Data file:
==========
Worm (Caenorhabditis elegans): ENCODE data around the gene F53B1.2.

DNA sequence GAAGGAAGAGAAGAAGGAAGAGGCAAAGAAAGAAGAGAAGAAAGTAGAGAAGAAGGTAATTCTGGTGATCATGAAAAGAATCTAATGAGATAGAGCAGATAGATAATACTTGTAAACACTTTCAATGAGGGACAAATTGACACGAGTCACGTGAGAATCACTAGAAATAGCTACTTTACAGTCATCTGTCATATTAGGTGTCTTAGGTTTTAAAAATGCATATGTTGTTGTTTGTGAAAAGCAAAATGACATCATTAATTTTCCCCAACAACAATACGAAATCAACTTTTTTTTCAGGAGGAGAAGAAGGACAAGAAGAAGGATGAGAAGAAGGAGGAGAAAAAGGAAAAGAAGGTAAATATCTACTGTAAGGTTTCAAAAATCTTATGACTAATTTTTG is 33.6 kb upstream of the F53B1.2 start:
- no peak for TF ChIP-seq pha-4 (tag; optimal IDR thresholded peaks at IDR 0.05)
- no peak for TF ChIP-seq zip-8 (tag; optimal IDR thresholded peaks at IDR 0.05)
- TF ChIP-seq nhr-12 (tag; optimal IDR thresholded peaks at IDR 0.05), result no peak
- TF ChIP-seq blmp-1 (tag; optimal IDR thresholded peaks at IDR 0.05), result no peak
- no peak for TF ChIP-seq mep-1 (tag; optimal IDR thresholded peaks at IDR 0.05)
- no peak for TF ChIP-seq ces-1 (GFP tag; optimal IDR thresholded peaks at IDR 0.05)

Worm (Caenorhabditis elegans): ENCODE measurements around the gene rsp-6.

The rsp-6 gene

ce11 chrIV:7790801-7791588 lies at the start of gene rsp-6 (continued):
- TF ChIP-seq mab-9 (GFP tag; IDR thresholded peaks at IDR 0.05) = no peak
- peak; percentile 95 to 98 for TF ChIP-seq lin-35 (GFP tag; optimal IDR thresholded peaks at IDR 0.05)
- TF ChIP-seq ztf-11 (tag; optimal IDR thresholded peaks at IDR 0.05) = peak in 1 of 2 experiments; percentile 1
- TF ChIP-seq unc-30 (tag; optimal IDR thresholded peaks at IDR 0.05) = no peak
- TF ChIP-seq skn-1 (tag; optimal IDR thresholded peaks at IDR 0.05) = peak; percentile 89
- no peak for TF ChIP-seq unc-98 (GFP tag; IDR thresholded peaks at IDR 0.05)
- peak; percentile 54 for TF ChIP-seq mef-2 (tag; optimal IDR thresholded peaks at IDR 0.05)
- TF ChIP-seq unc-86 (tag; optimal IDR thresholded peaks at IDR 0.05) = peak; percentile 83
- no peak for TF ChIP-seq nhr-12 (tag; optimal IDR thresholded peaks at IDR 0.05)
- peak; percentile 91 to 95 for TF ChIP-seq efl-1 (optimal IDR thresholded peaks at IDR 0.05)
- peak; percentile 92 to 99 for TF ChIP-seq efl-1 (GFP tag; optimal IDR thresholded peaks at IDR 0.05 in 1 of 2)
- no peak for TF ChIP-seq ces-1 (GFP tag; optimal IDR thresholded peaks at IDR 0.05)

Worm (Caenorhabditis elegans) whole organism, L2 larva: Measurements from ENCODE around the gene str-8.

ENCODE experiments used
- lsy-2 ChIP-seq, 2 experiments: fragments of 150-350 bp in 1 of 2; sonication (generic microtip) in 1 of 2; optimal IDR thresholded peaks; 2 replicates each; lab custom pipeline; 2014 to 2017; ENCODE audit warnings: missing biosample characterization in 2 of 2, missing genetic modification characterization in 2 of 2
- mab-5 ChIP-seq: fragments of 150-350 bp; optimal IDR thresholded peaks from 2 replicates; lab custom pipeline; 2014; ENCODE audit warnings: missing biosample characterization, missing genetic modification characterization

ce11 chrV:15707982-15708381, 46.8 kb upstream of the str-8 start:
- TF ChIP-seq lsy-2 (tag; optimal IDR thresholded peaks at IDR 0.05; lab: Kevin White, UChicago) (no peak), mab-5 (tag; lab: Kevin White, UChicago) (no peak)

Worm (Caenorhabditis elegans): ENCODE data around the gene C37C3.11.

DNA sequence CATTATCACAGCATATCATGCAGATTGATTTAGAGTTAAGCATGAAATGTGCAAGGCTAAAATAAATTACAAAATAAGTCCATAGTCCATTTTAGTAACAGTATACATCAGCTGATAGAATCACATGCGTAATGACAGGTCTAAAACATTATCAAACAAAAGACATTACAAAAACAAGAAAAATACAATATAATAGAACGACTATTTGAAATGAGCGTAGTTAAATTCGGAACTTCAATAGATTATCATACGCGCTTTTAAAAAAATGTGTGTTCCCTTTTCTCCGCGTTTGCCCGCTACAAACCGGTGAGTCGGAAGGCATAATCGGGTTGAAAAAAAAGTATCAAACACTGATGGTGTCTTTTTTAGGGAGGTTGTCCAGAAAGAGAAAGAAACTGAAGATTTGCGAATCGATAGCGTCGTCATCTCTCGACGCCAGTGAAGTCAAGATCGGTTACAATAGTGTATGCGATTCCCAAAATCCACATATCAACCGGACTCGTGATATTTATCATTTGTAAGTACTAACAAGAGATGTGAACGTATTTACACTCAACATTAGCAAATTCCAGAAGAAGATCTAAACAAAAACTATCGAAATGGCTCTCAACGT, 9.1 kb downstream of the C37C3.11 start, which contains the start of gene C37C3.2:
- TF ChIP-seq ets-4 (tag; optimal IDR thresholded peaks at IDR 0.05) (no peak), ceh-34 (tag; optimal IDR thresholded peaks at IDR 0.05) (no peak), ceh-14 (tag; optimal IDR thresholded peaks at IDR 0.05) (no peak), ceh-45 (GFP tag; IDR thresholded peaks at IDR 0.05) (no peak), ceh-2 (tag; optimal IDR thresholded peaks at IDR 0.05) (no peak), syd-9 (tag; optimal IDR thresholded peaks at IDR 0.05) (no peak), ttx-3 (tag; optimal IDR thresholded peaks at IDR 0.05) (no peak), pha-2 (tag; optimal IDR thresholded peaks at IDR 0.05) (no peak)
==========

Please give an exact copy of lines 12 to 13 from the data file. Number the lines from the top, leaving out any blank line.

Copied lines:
- TF ChIP-seq mab-9 (GFP tag; IDR thresholded peaks at IDR 0.05) = no peak
- peak; percentile 95 to 98 for TF ChIP-seq lin-35 (GFP tag; optimal IDR thresholded peaks at IDR 0.05)